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Swedish forestry firms in migrant labour scandal

Swedish forestry companies have come under fire over accusations they use migrant workers from Africa to plant trees for low pay, with many ending up broke and stranded in Sweden.

Swedish forestry firms in migrant labour scandal

“We’re talking about human trafficking, plain and simple,” Tommy Andersson of GS, the Swedish union of forestry, wood and graphical workers, told Svergies Television (SVT) investigative news programme Uppdrag granskning.

According to a programme to be broadcast on Wednesday night, Swedish forestry giants SCA and Holmen hire agents to recruit migrant workers from Cameroon, luring them to Sweden with false promises of good pay.

The practice has been going on for the past two years and involves sending documents to the Swedish Migration Board (Migrationsverket) indicating the workers will earn 18,500 kronor ($2,825) per month and which have been approved by the union.

But the promised wages appear only to exist on paper, according to Uppdrag granskning.

When the Cameroonian workers arrive in the forests of northern Sweden, they are forced to carry out piece work for much lower pay.

They were also forced to pay hefty fees to the agents before being allowed to start working in the first place.

When some of the workers complained, the agent threatened to burn down their homes back in Cameroon, according to the SVT report.

Six months after the end of the planting season, many of the Cameroonian workers remain in Sweden as undocumented immigrants.

They lack housing, money, and work and are afraid to return home because they lack money to pay off the debts incurred to make the journey to Sweden.

The Swedish forestry firms told Uppdrag granskning they were also “duped” by the recruiting agents, but claim they have no obligation to help the workers with their predicament.

“We have a contract agreement with businesslike provisions with the agent. We don’t have any agreement which involves any responsibility for their staff,” Jan Sandström, regional manager with Holmen AB, told SVT.

TT/The Local/dl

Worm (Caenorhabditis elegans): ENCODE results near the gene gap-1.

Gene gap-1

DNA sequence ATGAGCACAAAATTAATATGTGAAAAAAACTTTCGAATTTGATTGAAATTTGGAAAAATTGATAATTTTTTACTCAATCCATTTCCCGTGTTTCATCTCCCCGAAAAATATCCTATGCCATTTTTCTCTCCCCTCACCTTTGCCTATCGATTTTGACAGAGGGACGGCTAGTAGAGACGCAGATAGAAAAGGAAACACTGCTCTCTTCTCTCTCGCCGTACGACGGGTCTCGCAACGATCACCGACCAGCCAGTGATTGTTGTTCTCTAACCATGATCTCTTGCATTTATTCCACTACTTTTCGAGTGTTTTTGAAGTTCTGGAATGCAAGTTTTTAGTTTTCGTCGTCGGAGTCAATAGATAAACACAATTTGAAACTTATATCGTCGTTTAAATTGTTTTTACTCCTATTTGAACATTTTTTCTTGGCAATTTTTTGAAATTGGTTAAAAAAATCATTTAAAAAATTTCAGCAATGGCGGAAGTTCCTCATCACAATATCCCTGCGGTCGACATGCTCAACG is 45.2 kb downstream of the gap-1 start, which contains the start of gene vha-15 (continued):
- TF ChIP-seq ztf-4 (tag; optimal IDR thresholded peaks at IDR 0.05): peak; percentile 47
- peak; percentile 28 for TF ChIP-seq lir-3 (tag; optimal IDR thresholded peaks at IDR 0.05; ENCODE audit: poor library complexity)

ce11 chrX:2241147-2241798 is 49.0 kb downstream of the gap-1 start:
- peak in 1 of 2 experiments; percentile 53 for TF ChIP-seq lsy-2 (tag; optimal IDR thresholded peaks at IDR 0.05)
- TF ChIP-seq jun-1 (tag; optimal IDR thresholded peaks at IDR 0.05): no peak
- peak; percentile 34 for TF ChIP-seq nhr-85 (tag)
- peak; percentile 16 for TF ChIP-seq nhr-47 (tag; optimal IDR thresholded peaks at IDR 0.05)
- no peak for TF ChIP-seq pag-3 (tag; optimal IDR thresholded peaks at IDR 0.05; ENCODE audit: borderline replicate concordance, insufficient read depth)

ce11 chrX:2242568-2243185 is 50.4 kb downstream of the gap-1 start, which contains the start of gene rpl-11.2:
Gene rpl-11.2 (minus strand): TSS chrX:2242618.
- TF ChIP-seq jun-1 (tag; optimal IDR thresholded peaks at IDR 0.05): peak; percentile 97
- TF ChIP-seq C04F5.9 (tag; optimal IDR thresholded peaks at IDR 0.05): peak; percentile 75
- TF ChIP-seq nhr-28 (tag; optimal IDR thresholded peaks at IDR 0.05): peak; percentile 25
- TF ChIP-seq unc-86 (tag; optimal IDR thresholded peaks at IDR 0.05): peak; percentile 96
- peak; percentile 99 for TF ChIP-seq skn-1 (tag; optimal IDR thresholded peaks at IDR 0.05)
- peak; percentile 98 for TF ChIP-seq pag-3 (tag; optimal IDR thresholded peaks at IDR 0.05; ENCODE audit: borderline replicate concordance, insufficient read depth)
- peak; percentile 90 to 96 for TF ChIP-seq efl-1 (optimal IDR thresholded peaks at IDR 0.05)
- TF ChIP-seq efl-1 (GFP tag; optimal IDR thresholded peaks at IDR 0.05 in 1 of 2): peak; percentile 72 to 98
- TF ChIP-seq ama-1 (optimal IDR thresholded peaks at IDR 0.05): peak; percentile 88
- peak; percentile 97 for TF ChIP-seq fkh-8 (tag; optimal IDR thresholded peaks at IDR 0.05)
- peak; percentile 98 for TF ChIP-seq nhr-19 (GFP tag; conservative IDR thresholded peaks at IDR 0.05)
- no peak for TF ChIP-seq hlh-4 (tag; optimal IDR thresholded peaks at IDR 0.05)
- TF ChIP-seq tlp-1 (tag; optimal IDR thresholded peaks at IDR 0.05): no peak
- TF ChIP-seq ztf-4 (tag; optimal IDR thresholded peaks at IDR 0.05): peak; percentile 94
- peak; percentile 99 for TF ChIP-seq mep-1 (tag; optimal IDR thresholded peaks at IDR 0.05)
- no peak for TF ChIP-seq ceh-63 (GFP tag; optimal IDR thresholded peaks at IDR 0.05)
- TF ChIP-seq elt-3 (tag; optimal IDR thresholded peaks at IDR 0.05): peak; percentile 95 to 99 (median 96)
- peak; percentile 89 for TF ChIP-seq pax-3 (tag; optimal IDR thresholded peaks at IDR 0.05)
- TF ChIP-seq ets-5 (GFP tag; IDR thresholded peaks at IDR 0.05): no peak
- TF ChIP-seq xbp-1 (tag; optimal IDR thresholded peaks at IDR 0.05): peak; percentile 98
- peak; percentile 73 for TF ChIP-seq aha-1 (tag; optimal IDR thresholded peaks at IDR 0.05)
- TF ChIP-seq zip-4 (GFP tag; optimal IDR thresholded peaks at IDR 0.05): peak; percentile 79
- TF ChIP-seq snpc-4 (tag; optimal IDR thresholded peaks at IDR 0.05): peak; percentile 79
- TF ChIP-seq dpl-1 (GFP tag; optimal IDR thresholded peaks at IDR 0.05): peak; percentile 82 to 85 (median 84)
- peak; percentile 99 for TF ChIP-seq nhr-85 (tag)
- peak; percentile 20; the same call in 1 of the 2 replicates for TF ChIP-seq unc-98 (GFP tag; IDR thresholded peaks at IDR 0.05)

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HEATWAVE

Stable night for Sweden wildfires after rainfall

Areas affected by major wildfires were stable overnight, due in part to rainfall on Saturday.

Stable night for Sweden wildfires after rainfall
Fire hoses running alongside a forest road in Ljusdal. Photo: TT

Gävleborg, a county north of Stockholm which has seen particularly severe blazes, was continuing firefighting work without the use of support from aircraft, TT reports.

The Swedish Civil Contingencies Agency (Myndigheten för samhällsskydd och beredskaps, MSB) will now focus on the next stage of its work to extinguish fires after the night saw stabilisation of the situations in Jämtland and Dalarna as well as in Gävleborg, MSB’s deputy director Mikael Tofvesson said at a press conference on Sunday morning.

“We have received notification from Gävleborg that they do not need support from the air at this stage,” Tofvesson said.

Due high and increasing risk of wildfires in southern Europe, two French firefighting aircraft that have assisted with the Swedish efforts will now return home, the deputy director confirmed.

“The French aircraft will return home on Tuesday. Their last operational day will be on Monday,” he said.

Once fires are extinguished, responsibility for observation of the areas will be returned to landowners.

“We must also look at how we will manage the next phase. We are working on several levels to assess this issue and the related risks,” Tofvesson said.

County authorities in Västmanland, which suffered devastating forest fires in 2014, will meet with MSB to discuss its experiences with post-wildfire management, he added.

A blaze in Torslanda Municipality yesterday, however, showed that wildfires are still able to spread quickly given the right conditions. A bolt of lightning is thought to have set off the fire, which began spreading quickly in a new direction after a change in wind conditions.

In other parts of the country, as many as 27 wildfires were still active as of Sunday morning according to SOS Alarm, despite the much-needed rain that fell in some places on Saturday.

More rain is forecast on Sunday in some affected areas including Hälsingland, but for others, such as Älvedalen, the prognosis is more uncertain, meteorological agency SMHI said.

READ ALSO: Sweden wildfires spark criticism of forest industry

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